Neutrophils, which are produced in the bone marrow and circulate in the blood, are a type of white blood cell. Neutrophils, are abundant and make up about 50% to 75% of white blood cells. Neutrophils respond to infection and attack bacteria and other foreign invaders directly.
Neutrophils are the first type of immune cell to respond to and arrive at the site of infection, often within an hour. Neutrophils will respond to infection inside the body, but also on the surface, as in the case of skin infections. Pus, which is one visible sign of a skin infection, contains mainly dead neutrophils, bacteria, and cells. Pus can form internally, as well.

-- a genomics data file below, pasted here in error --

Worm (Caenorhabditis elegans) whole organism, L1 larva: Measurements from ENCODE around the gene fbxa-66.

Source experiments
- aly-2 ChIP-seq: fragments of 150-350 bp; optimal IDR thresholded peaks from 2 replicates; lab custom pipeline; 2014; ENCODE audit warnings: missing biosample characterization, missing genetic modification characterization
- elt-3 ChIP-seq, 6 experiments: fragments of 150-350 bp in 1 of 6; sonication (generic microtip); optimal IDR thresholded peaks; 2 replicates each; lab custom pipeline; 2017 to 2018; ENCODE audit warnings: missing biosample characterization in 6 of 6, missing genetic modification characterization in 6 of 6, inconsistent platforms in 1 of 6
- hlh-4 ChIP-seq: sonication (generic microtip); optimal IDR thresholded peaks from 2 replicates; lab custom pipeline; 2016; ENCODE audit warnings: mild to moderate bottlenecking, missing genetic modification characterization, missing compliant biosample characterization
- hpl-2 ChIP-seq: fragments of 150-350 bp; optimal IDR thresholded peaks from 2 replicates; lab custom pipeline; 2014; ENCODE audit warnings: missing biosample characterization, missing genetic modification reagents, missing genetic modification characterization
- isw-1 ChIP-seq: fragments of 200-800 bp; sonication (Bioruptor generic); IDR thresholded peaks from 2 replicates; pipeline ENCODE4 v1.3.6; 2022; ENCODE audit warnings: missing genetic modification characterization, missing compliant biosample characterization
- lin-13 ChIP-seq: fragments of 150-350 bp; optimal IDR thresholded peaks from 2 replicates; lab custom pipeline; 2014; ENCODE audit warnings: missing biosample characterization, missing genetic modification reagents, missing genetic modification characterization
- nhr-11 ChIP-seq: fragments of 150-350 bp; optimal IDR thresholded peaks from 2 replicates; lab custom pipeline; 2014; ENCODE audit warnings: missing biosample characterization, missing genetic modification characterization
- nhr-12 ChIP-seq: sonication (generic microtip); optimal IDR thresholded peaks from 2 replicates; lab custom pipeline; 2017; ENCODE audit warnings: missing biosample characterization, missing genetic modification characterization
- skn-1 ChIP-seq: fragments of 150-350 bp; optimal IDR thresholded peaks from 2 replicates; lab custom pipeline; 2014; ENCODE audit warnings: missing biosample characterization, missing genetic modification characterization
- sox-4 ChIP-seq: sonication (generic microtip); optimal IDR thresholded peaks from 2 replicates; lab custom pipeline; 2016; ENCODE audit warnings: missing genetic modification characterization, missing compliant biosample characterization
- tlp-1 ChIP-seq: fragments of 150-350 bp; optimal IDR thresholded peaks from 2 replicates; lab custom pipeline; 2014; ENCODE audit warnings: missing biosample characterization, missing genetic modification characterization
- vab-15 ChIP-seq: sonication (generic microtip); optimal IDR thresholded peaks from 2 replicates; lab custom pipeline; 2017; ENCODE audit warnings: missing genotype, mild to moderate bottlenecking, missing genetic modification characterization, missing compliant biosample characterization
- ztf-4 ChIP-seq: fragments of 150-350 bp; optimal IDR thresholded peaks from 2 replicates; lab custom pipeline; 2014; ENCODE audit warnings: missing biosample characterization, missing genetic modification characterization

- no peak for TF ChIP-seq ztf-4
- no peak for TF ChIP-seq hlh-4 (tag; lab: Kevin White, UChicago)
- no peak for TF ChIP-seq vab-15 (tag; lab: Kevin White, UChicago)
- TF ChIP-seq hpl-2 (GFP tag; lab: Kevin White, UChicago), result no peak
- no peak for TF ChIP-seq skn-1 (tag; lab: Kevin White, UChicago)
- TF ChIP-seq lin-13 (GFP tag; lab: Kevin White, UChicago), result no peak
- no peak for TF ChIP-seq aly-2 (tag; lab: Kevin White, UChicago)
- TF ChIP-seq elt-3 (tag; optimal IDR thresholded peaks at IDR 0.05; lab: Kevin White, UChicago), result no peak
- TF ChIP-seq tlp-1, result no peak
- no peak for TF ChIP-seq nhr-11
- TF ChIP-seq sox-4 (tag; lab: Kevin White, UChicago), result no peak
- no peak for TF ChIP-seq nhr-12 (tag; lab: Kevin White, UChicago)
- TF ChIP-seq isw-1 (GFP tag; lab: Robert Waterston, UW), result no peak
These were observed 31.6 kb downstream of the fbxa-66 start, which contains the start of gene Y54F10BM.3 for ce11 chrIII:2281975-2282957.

The results of a common blood test, called an absolute neutrophil count (ANC), are routinely checked during cancer treatment to determine how the immune system is responding to treatment. When ANC is low, this is called neutropenia. If ANC drops below about 500 cells per microliter, the risk of infection increases and your doctor may prescribe medications to bring ANC back into a normal range and temporarily offer antibiotics to prevent serious infections.
Neutrophils are part of the innate immune system, which means that they can "non-specifically" destroy any invaders that they encounter in the body, such as bacteria and parasites. Non-specifically means that neutrophils do not have to recognize the invader specifically, but instead simply recognize the invader as something that should not be present in the body and should be destroyed.